We’re just leaving winter behind and I say good riddance. Winter buries me in darkness. Just like a tulip bulb waiting in the suffocating, cold earth, I wait in stillness for the season to leave. My soul mutters, “This too shall pass” as the days grow darker and colder.

Before that came fall. Fall also brings restlessness for me, but a different kind. Fall brings a deep ache for bare Gypsy feet, a need to be blown into unknown places like the brittle leaves when the high winds howl. Fall brings longing for travel, exploration, to be anywhere but where I am.

Shannon and her boys, on the beach at sunset

Several years ago — introducing my sons to sunset on the beach

And then there is summer. My love. The season where I finally feel like myself.

Summer blows my heart wide open with bone- warming sunshine and precious ocean time. I am no longer restless or curled inward. I am alive. I feel my heart beating, overflowing with gratitude.

shuffing feet in sand

Summer brings salty hair and lips; sweet, lazy laughter-filled days with the kids. It brings peace on healing rays of sun. In the summer, I feel connected to Mother Earth and grounded in the moment as I dig my toes into warm sand. Summer is my long, contented sigh and when it comes, I am finally home.

K.B. Owen

There is something about autumn that has always appealed to me: the fresh, crisp air after the humidity of summer; the blaze of golds, reds, and burnt oranges that sweeps across the landscape; kids starting the new school year (most of them ready to go back – the parents sure are); roadside stands and farmer’s markets spilling over with harvest bounty.

It’s a time when I feel more energetic and want to do more things, whether it’s visiting a pumpkin patch, going leaf-peeping, making a hearty stew, or cleaning up the yard. I find myself exploring new recipes to use up the surplus in my garden, or learning ways to preserve some of it for winter.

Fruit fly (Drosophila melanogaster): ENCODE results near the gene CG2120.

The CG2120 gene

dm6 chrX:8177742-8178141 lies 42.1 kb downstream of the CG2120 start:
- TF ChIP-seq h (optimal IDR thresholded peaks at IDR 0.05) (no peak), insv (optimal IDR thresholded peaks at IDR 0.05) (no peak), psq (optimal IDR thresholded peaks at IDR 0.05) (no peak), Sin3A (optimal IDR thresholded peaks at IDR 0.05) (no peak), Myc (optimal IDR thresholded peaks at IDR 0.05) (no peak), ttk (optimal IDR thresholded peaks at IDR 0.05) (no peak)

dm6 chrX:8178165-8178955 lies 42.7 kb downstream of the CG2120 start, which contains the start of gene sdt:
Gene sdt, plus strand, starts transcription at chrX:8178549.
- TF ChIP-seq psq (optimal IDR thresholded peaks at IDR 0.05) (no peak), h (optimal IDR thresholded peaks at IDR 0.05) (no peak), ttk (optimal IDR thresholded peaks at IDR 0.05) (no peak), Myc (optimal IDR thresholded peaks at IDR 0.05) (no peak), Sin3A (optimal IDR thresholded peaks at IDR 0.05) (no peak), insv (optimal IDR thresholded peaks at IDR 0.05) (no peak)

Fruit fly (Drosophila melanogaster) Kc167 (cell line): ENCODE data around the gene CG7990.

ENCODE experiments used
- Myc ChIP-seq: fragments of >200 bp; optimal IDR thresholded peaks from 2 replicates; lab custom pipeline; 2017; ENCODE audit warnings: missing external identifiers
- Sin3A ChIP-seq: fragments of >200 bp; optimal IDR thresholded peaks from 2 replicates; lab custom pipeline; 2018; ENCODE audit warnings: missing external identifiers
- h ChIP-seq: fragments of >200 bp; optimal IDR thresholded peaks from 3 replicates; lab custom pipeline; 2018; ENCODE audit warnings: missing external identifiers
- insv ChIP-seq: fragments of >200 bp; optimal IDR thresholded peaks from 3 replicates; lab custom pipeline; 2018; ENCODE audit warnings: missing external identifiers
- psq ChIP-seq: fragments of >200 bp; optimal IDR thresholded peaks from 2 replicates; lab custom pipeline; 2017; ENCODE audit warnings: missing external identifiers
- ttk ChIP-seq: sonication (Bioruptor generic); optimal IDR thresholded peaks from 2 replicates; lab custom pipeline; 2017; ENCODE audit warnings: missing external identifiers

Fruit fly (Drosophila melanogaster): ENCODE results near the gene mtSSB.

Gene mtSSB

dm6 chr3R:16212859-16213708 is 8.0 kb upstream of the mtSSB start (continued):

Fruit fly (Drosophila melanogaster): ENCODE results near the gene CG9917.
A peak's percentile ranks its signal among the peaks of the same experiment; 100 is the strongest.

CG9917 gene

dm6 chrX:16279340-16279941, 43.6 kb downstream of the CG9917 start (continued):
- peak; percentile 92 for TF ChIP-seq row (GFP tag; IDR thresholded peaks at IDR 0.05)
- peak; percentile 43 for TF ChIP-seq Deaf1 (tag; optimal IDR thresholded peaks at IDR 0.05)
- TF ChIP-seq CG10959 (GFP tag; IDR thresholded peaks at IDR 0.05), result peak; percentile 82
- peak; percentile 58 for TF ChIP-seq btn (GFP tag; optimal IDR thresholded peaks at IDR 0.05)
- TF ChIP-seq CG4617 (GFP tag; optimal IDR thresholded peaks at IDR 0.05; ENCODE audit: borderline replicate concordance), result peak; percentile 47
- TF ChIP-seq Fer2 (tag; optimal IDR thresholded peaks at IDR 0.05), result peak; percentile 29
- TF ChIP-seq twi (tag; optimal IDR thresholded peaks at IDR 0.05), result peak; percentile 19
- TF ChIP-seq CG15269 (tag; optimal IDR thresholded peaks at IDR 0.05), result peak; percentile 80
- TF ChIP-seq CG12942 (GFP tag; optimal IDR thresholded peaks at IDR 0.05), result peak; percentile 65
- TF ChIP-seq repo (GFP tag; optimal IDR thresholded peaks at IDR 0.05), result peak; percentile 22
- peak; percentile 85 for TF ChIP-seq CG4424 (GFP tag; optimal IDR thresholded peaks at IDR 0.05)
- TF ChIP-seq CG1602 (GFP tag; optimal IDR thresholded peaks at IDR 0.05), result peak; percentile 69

photo of pumpkinsIt’s a time to pull out the fall decorations, to spruce things up with pumpkins, gourds, and tea lights, and to pull out the backyard fire bowl and sit around it, swapping tales of our day while sipping cocktails.

Our family looks forward to the fall holidays of Halloween and Thanksgiving, too. My kids have been able to enjoy Halloween in a way that I never could in my childhood, because my allergy-induced asthma often put me in the hospital in late October, especially during my trick-or-treat years. I carved my first pumpkin at 22. But I think I’ve now carved enough pumpkins to have made up for lost time! I consider myself very blessed to enjoy many Halloweens with my own children, and every year it feels like I’m just as much of a kid about it as they are. I don’t think I’ll ever “quite” grow up in that regard.

me with normal-sized headKass

The seasons really affect my mood. They always have. When we lived in Maryland, my favorite season was summer, hands down.

I hated winter with its short, gray days and icy roads. I would start to come to life in the spring, but that is Maryland’s rainy season. So while the temperatures were warmer and the threat of ice and snow faded away, it was still gray and damp all too many days.

Summer was what I lived for. Yes, it was hot, but the long, long days of sunshine were worth a little sweat. I love being outdoors and I love projects, and there was always something to be done on our little horse farm–a fence needing mending, an outbuilding to be painted. I was in my glory!